That was a long week.
On Monday I biked to work as usual, with a change of clothes in my backpack so that I look somewhat more professional than I look while riding a bike. I got to the coffee shop near my university, and found I didn't have my wallet. So no coffee. Lousy way to start a week, but doable. Then I did the self-pat-down and found that I had also neglected to bring my office key.
Now I had to contemplate a long day wearing my bicycle shoes, and not having my roll book, as well as changing clothes in a bathroom somewhere, rather than in my office.
I rode home and back again in record time: 15 minutes. I bought the coffee I was thinking of fifteen minutes earlier, because at this point there was no way in hell I was going to start my day without m coffee. I then rode up the hill to the building with my office, and carried my bike up to the fifth floor to my office.
Tuesday was okay, I guess. I don't actually remember it. I spent whatever free time I had finishing preparations for the seminar that I gave to my coworkers on Thursday, which was Thanksgiving. I also gave the same presentation, only better, on Friday.
|It's not an official event without a banner.|
It went well, but the leadup was nerve wracking: I was asked to teach my fellow teachers how to be better teachers. I had a powerpoint and a banner and everything. I talked a bit about my teaching philosophy (we are all shadows on a cave wall, so it's essentially meaningless) and demonstrated a technique or two on them (the Drunken Master technique and a random barrage of dad jokes). Kyungsung University was kind enough to provide lunch from Burger King for us.
I basically tried to construct a training that I would not have minded attending. It only lasted 50 minutes, minus some settle-in and burger-munching time at the top. I had the professors talking to one another for 15 minutes of that time, which I think they really enjoyed. Most professionals enjoy shop talk, and teachers are no exception. Directed Shop Talk is even better, because I pushed them to talk about difficulties they have in the classroom.
On Thursday I had six participants. I was surprised to find that two were from my department, two from the business school, and two from engineering, so I had to rewrite my discussion questions on the fly. That session worked out very well, mostly because professors from different departments are sort of hidden away from each other. I split them up into two groups, so they could talk with each other about their jobs here, and hopefully get some synergistic ideas. It ended up being sort of a mix of idea sharing and commiserating.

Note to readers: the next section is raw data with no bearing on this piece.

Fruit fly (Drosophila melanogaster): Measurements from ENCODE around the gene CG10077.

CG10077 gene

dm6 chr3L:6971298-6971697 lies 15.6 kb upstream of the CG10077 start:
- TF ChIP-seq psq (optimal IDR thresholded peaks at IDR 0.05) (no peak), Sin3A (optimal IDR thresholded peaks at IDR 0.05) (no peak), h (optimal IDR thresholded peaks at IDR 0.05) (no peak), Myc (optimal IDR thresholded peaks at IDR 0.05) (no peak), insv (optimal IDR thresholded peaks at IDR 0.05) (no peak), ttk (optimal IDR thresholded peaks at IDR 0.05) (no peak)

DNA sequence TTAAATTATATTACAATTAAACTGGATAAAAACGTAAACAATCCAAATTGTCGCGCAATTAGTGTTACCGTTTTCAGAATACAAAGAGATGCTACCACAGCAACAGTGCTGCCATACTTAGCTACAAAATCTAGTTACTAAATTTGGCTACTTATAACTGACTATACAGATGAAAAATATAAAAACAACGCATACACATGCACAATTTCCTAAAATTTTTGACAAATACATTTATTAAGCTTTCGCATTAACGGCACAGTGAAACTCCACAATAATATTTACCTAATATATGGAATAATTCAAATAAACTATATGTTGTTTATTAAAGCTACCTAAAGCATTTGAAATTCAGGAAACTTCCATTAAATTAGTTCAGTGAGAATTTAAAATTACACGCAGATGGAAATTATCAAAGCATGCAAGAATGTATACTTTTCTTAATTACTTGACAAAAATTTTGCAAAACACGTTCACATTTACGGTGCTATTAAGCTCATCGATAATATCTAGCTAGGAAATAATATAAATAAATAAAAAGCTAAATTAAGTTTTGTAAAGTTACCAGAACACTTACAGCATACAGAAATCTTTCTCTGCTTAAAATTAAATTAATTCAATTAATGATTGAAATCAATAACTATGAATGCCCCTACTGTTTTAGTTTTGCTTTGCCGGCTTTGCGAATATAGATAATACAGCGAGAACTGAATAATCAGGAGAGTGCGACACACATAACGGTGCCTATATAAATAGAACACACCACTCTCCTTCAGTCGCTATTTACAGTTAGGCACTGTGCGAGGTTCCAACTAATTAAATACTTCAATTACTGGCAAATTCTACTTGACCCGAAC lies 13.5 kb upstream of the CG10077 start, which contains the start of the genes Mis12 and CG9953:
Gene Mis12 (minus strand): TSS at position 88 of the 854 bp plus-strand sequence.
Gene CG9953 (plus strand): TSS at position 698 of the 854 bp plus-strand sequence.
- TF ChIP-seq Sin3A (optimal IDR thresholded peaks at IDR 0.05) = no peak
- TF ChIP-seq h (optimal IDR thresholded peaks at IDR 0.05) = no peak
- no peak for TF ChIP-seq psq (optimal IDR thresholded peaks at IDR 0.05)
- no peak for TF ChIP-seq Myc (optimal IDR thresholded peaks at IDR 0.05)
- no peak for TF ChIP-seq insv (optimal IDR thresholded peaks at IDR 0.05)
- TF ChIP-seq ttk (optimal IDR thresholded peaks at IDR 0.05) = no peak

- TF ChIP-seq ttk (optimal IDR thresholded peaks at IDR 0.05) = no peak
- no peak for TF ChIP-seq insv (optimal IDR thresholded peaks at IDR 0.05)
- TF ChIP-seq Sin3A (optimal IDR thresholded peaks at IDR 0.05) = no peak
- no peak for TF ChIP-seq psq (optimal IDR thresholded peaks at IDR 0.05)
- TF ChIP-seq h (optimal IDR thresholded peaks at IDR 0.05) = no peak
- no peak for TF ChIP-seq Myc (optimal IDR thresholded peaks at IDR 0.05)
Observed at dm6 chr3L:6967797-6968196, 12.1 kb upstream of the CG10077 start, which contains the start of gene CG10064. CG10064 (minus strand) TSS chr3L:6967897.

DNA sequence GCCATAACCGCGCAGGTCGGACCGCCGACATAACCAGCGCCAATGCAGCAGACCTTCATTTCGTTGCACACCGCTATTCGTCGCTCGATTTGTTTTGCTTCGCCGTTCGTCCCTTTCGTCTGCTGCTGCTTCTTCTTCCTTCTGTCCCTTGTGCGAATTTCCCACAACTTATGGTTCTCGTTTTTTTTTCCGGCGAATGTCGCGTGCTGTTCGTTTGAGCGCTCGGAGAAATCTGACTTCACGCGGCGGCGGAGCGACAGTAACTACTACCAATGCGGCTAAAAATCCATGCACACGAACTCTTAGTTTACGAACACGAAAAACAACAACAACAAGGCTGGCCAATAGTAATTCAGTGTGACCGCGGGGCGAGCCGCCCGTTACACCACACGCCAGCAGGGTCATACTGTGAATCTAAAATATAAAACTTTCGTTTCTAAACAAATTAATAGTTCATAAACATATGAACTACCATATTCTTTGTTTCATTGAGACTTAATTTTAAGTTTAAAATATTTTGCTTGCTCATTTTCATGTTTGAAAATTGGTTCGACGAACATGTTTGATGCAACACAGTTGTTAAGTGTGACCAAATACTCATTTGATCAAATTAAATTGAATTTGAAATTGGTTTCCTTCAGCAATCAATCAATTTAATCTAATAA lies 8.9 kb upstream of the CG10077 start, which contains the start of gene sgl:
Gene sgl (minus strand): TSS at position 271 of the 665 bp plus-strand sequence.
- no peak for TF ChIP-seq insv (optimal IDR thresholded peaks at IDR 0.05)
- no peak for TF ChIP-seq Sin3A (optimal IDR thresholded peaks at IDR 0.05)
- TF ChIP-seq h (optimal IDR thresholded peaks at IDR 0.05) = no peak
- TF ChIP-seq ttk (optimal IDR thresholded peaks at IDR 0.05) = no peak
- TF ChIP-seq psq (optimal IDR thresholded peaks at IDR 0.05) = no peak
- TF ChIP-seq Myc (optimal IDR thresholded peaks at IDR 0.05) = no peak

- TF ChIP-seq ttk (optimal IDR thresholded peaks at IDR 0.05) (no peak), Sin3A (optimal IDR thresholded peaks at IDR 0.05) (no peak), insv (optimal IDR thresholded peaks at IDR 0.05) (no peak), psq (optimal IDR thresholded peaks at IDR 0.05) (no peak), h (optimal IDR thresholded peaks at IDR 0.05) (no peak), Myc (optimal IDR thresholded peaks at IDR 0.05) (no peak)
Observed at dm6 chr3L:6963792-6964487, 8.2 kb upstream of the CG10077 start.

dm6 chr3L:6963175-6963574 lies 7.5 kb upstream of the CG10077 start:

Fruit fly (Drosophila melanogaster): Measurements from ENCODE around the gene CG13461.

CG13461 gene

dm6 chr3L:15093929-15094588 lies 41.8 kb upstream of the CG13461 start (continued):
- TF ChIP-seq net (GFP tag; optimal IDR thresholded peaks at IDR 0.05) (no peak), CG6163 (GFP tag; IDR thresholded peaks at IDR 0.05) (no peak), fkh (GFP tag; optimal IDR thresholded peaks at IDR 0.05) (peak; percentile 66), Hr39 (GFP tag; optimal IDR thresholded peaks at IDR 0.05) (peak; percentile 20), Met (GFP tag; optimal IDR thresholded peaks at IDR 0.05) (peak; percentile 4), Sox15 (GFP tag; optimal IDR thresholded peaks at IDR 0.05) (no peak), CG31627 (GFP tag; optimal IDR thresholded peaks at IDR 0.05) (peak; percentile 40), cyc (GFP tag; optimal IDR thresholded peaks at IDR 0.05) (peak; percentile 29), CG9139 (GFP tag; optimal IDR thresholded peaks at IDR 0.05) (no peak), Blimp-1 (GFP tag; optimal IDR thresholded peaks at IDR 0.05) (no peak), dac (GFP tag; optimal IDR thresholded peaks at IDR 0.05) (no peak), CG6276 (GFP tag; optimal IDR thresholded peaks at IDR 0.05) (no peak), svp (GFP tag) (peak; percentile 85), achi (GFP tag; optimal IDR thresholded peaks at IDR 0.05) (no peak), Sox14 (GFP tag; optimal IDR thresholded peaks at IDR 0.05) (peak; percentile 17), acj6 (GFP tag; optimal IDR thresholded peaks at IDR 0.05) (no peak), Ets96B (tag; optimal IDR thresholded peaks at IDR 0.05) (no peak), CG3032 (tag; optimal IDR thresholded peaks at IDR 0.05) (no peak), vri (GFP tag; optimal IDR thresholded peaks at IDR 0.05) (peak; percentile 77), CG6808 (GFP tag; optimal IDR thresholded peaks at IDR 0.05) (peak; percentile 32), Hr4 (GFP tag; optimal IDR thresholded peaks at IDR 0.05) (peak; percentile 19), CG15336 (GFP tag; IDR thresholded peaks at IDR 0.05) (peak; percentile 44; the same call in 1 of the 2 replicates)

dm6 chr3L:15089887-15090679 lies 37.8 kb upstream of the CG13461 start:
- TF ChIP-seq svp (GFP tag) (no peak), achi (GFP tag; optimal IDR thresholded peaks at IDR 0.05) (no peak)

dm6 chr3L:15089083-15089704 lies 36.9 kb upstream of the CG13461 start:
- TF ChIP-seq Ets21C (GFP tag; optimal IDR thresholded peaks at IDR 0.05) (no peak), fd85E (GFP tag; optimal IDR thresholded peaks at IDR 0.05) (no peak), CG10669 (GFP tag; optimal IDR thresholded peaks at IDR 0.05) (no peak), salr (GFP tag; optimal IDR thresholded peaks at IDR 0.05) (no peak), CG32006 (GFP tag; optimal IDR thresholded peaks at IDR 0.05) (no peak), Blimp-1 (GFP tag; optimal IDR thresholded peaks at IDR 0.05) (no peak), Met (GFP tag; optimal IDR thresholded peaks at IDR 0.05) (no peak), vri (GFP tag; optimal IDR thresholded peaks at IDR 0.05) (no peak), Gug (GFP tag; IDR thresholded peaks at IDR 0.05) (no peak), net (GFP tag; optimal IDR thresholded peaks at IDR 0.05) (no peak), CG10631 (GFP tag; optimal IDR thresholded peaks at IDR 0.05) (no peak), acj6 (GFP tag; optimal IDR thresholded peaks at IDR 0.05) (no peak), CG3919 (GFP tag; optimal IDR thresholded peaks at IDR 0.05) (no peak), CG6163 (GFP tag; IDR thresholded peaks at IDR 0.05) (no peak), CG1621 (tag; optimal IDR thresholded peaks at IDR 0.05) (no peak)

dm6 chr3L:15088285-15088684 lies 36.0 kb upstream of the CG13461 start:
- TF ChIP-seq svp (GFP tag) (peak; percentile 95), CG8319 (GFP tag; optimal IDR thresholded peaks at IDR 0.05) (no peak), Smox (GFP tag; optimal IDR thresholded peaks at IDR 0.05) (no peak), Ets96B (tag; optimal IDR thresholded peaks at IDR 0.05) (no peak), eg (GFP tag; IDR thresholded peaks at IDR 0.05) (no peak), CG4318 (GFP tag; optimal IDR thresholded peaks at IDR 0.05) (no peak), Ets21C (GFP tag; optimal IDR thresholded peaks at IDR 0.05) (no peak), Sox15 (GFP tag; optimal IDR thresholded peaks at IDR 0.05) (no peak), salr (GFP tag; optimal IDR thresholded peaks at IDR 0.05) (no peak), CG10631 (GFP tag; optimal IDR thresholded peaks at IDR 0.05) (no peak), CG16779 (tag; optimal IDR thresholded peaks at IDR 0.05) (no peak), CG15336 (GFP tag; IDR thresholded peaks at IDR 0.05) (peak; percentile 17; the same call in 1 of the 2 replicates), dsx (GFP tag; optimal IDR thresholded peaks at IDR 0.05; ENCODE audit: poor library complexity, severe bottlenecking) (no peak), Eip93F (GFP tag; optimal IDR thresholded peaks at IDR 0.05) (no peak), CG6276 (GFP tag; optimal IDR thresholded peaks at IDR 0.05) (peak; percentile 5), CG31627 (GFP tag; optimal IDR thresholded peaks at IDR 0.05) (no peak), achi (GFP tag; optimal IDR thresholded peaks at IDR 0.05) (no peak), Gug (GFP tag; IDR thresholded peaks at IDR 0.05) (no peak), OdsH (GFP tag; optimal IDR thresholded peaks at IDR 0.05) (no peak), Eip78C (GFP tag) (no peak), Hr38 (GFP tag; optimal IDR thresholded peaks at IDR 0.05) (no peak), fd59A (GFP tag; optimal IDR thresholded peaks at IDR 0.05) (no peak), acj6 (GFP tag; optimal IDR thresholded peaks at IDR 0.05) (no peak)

Friday I had fifteen participants, and it was a lot more lively. But that seminar fit nicely into my one hour lunch break, so that I was teaching from 10 a.m. until 5 p.m. that day. My last class really got the worn down, empty husk of a man version of class. Not that 3 to 5 p.m. is usually a sparkling fountain of energy, but last week it was more of a puddle, trending towards mudhole.
I finished my presentation with a few thanks, appropriate for a Thanksgiving Day event. I thanked Kyungsung for doing this, Burger King for fixing the food, and sidewalks. Of course they asked me why, and I replied:
|I'll bet they're regretting it now.|
Because when I was growing up, sidewalks kept me off the streets.
I hope you got the same pleasure from that that I did. And I hope you all had a happy Thanksgiving.
There was more to the week, of course: Apple Tree's Bazaar, which kept me up until 2 a.m. cooking, and a church dinner the next day, which also kept me up until 2 a.m. cooking. Today I was up until 2 a.m. cleaning dishes, plus another hour writing this Roblog post. And now I have class in seven hours, so I will leave it at that.